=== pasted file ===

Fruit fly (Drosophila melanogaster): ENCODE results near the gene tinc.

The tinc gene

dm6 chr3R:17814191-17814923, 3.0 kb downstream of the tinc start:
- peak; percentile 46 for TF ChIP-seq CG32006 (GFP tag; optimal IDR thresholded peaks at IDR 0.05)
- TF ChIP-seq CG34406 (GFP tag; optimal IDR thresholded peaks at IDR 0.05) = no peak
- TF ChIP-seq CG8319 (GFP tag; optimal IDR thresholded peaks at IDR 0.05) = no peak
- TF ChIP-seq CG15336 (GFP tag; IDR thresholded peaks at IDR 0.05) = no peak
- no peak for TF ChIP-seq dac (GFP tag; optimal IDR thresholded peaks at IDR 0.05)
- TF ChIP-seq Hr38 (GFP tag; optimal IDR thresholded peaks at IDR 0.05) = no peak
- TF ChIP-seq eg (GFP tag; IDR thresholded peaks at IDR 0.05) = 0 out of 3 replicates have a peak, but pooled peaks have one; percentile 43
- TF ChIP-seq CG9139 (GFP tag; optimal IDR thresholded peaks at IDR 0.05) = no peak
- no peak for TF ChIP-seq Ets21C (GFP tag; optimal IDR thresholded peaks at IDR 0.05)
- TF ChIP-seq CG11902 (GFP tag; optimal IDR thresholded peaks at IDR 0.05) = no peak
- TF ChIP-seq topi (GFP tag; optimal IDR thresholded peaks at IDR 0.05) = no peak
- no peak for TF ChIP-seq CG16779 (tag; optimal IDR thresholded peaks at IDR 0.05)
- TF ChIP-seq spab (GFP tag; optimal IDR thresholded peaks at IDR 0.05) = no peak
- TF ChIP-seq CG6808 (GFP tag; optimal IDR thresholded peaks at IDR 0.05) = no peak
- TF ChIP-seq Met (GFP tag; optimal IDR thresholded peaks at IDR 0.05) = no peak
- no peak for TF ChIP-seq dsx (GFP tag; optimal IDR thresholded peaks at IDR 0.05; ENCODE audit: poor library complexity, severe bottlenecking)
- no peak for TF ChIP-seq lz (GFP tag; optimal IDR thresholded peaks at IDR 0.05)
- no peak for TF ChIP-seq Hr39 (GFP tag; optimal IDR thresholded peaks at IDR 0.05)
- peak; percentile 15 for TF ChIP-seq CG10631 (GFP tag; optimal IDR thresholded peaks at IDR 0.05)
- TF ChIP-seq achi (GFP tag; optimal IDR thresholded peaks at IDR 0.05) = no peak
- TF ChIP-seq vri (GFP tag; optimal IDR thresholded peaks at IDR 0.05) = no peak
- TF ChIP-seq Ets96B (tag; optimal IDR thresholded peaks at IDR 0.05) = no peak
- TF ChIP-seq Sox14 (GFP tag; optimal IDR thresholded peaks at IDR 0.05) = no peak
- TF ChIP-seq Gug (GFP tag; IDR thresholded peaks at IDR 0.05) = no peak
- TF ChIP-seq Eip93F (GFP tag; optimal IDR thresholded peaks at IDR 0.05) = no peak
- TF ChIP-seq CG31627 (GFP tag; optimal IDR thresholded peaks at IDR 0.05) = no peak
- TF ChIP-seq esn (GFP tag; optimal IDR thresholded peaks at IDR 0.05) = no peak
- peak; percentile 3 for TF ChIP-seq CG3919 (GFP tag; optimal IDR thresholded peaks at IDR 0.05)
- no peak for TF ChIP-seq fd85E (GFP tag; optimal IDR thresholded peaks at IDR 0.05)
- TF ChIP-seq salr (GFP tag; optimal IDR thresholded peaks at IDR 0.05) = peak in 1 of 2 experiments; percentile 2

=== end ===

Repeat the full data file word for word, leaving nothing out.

Fruit fly (Drosophila melanogaster): ENCODE results near the gene tinc.

The tinc gene

dm6 chr3R:17814191-17814923, 3.0 kb downstream of the tinc start:
- peak; percentile 46 for TF ChIP-seq CG32006 (GFP tag; optimal IDR thresholded peaks at IDR 0.05)
- TF ChIP-seq CG34406 (GFP tag; optimal IDR thresholded peaks at IDR 0.05) = no peak
- TF ChIP-seq CG8319 (GFP tag; optimal IDR thresholded peaks at IDR 0.05) = no peak
- TF ChIP-seq CG15336 (GFP tag; IDR thresholded peaks at IDR 0.05) = no peak
- no peak for TF ChIP-seq dac (GFP tag; optimal IDR thresholded peaks at IDR 0.05)
- TF ChIP-seq Hr38 (GFP tag; optimal IDR thresholded peaks at IDR 0.05) = no peak
- TF ChIP-seq eg (GFP tag; IDR thresholded peaks at IDR 0.05) = 0 out of 3 replicates have a peak, but pooled peaks have one; percentile 43
- TF ChIP-seq CG9139 (GFP tag; optimal IDR thresholded peaks at IDR 0.05) = no peak
- no peak for TF ChIP-seq Ets21C (GFP tag; optimal IDR thresholded peaks at IDR 0.05)
- TF ChIP-seq CG11902 (GFP tag; optimal IDR thresholded peaks at IDR 0.05) = no peak
- TF ChIP-seq topi (GFP tag; optimal IDR thresholded peaks at IDR 0.05) = no peak
- no peak for TF ChIP-seq CG16779 (tag; optimal IDR thresholded peaks at IDR 0.05)
- TF ChIP-seq spab (GFP tag; optimal IDR thresholded peaks at IDR 0.05) = no peak
- TF ChIP-seq CG6808 (GFP tag; optimal IDR thresholded peaks at IDR 0.05) = no peak
- TF ChIP-seq Met (GFP tag; optimal IDR thresholded peaks at IDR 0.05) = no peak
- no peak for TF ChIP-seq dsx (GFP tag; optimal IDR thresholded peaks at IDR 0.05; ENCODE audit: poor library complexity, severe bottlenecking)
- no peak for TF ChIP-seq lz (GFP tag; optimal IDR thresholded peaks at IDR 0.05)
- no peak for TF ChIP-seq Hr39 (GFP tag; optimal IDR thresholded peaks at IDR 0.05)
- peak; percentile 15 for TF ChIP-seq CG10631 (GFP tag; optimal IDR thresholded peaks at IDR 0.05)
- TF ChIP-seq achi (GFP tag; optimal IDR thresholded peaks at IDR 0.05) = no peak
- TF ChIP-seq vri (GFP tag; optimal IDR thresholded peaks at IDR 0.05) = no peak
- TF ChIP-seq Ets96B (tag; optimal IDR thresholded peaks at IDR 0.05) = no peak
- TF ChIP-seq Sox14 (GFP tag; optimal IDR thresholded peaks at IDR 0.05) = no peak
- TF ChIP-seq Gug (GFP tag; IDR thresholded peaks at IDR 0.05) = no peak
- TF ChIP-seq Eip93F (GFP tag; optimal IDR thresholded peaks at IDR 0.05) = no peak
- TF ChIP-seq CG31627 (GFP tag; optimal IDR thresholded peaks at IDR 0.05) = no peak
- TF ChIP-seq esn (GFP tag; optimal IDR thresholded peaks at IDR 0.05) = no peak
- peak; percentile 3 for TF ChIP-seq CG3919 (GFP tag; optimal IDR thresholded peaks at IDR 0.05)
- no peak for TF ChIP-seq fd85E (GFP tag; optimal IDR thresholded peaks at IDR 0.05)
- TF ChIP-seq salr (GFP tag; optimal IDR thresholded peaks at IDR 0.05) = peak in 1 of 2 experiments; percentile 2